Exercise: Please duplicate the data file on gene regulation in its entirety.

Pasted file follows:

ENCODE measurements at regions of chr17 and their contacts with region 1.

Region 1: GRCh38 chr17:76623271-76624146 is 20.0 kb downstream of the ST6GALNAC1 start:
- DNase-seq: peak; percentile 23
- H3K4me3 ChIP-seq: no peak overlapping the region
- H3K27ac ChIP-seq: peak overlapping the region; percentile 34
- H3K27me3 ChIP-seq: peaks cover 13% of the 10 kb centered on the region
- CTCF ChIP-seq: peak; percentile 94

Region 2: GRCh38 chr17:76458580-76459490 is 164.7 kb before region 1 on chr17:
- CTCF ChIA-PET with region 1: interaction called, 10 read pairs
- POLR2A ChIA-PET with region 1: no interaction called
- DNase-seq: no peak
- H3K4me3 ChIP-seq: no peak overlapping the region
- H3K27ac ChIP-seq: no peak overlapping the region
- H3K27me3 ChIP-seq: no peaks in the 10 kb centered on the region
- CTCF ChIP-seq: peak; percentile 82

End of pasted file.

ENCODE measurements at regions of chr17 and their contacts with region 1.

Region 1: GRCh38 chr17:76623271-76624146 is 20.0 kb downstream of the ST6GALNAC1 start:
- DNase-seq: peak; percentile 23
- H3K4me3 ChIP-seq: no peak overlapping the region
- H3K27ac ChIP-seq: peak overlapping the region; percentile 34
- H3K27me3 ChIP-seq: peaks cover 13% of the 10 kb centered on the region
- CTCF ChIP-seq: peak; percentile 94

Region 2: GRCh38 chr17:76458580-76459490 is 164.7 kb before region 1 on chr17:
- CTCF ChIA-PET with region 1: interaction called, 10 read pairs
- POLR2A ChIA-PET with region 1: no interaction called
- DNase-seq: no peak
- H3K4me3 ChIP-seq: no peak overlapping the region
- H3K27ac ChIP-seq: no peak overlapping the region
- H3K27me3 ChIP-seq: no peaks in the 10 kb centered on the region
- CTCF ChIP-seq: peak; percentile 82